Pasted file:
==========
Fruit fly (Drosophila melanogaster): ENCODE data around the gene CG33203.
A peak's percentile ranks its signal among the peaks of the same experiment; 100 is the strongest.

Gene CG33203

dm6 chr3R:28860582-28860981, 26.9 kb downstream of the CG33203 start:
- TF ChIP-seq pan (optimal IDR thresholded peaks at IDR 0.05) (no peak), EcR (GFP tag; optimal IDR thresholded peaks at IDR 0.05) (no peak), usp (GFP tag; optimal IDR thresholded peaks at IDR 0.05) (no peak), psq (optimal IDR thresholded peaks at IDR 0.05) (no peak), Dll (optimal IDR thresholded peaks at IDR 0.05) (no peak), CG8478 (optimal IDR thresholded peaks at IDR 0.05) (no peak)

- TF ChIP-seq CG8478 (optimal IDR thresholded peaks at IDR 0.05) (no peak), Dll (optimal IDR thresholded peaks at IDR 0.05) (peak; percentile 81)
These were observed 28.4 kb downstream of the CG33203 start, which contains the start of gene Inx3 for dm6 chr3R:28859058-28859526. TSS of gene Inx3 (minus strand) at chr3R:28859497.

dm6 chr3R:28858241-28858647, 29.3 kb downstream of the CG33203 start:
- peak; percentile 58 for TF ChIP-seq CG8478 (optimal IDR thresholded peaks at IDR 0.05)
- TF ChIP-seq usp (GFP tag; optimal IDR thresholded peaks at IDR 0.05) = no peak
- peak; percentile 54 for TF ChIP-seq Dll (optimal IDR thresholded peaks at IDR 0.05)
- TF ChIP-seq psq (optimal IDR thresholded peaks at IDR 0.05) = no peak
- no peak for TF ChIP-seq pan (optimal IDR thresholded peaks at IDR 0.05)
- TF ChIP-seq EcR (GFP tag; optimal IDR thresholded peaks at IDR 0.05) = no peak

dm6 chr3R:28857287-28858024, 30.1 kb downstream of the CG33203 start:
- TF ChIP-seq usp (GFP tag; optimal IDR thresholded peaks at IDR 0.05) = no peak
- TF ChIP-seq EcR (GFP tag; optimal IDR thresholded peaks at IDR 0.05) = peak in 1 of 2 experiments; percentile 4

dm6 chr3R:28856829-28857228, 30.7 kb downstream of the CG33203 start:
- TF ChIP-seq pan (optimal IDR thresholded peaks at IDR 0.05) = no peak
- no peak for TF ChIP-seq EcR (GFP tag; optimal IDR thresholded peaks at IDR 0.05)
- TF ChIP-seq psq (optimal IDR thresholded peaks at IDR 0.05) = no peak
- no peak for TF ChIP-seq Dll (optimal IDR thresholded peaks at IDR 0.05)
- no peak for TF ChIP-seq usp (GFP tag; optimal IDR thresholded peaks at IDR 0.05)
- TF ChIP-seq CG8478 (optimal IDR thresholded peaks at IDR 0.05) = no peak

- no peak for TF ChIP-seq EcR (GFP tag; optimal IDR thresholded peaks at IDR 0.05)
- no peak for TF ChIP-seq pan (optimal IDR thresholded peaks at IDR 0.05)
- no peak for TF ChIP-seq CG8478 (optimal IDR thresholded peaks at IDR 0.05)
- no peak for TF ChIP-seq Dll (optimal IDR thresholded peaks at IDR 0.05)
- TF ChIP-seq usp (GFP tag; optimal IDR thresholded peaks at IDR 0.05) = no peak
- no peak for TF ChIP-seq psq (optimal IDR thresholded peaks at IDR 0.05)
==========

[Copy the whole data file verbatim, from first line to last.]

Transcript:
Fruit fly (Drosophila melanogaster): ENCODE data around the gene CG33203.
A peak's percentile ranks its signal among the peaks of the same experiment; 100 is the strongest.

Gene CG33203

dm6 chr3R:28860582-28860981, 26.9 kb downstream of the CG33203 start:
- TF ChIP-seq pan (optimal IDR thresholded peaks at IDR 0.05) (no peak), EcR (GFP tag; optimal IDR thresholded peaks at IDR 0.05) (no peak), usp (GFP tag; optimal IDR thresholded peaks at IDR 0.05) (no peak), psq (optimal IDR thresholded peaks at IDR 0.05) (no peak), Dll (optimal IDR thresholded peaks at IDR 0.05) (no peak), CG8478 (optimal IDR thresholded peaks at IDR 0.05) (no peak)

- TF ChIP-seq CG8478 (optimal IDR thresholded peaks at IDR 0.05) (no peak), Dll (optimal IDR thresholded peaks at IDR 0.05) (peak; percentile 81)
These were observed 28.4 kb downstream of the CG33203 start, which contains the start of gene Inx3 for dm6 chr3R:28859058-28859526. TSS of gene Inx3 (minus strand) at chr3R:28859497.

dm6 chr3R:28858241-28858647, 29.3 kb downstream of the CG33203 start:
- peak; percentile 58 for TF ChIP-seq CG8478 (optimal IDR thresholded peaks at IDR 0.05)
- TF ChIP-seq usp (GFP tag; optimal IDR thresholded peaks at IDR 0.05) = no peak
- peak; percentile 54 for TF ChIP-seq Dll (optimal IDR thresholded peaks at IDR 0.05)
- TF ChIP-seq psq (optimal IDR thresholded peaks at IDR 0.05) = no peak
- no peak for TF ChIP-seq pan (optimal IDR thresholded peaks at IDR 0.05)
- TF ChIP-seq EcR (GFP tag; optimal IDR thresholded peaks at IDR 0.05) = no peak

dm6 chr3R:28857287-28858024, 30.1 kb downstream of the CG33203 start:
- TF ChIP-seq usp (GFP tag; optimal IDR thresholded peaks at IDR 0.05) = no peak
- TF ChIP-seq EcR (GFP tag; optimal IDR thresholded peaks at IDR 0.05) = peak in 1 of 2 experiments; percentile 4

dm6 chr3R:28856829-28857228, 30.7 kb downstream of the CG33203 start:
- TF ChIP-seq pan (optimal IDR thresholded peaks at IDR 0.05) = no peak
- no peak for TF ChIP-seq EcR (GFP tag; optimal IDR thresholded peaks at IDR 0.05)
- TF ChIP-seq psq (optimal IDR thresholded peaks at IDR 0.05) = no peak
- no peak for TF ChIP-seq Dll (optimal IDR thresholded peaks at IDR 0.05)
- no peak for TF ChIP-seq usp (GFP tag; optimal IDR thresholded peaks at IDR 0.05)
- TF ChIP-seq CG8478 (optimal IDR thresholded peaks at IDR 0.05) = no peak

- no peak for TF ChIP-seq EcR (GFP tag; optimal IDR thresholded peaks at IDR 0.05)
- no peak for TF ChIP-seq pan (optimal IDR thresholded peaks at IDR 0.05)
- no peak for TF ChIP-seq CG8478 (optimal IDR thresholded peaks at IDR 0.05)
- no peak for TF ChIP-seq Dll (optimal IDR thresholded peaks at IDR 0.05)
- TF ChIP-seq usp (GFP tag; optimal IDR thresholded peaks at IDR 0.05) = no peak
- no peak for TF ChIP-seq psq (optimal IDR thresholded peaks at IDR 0.05)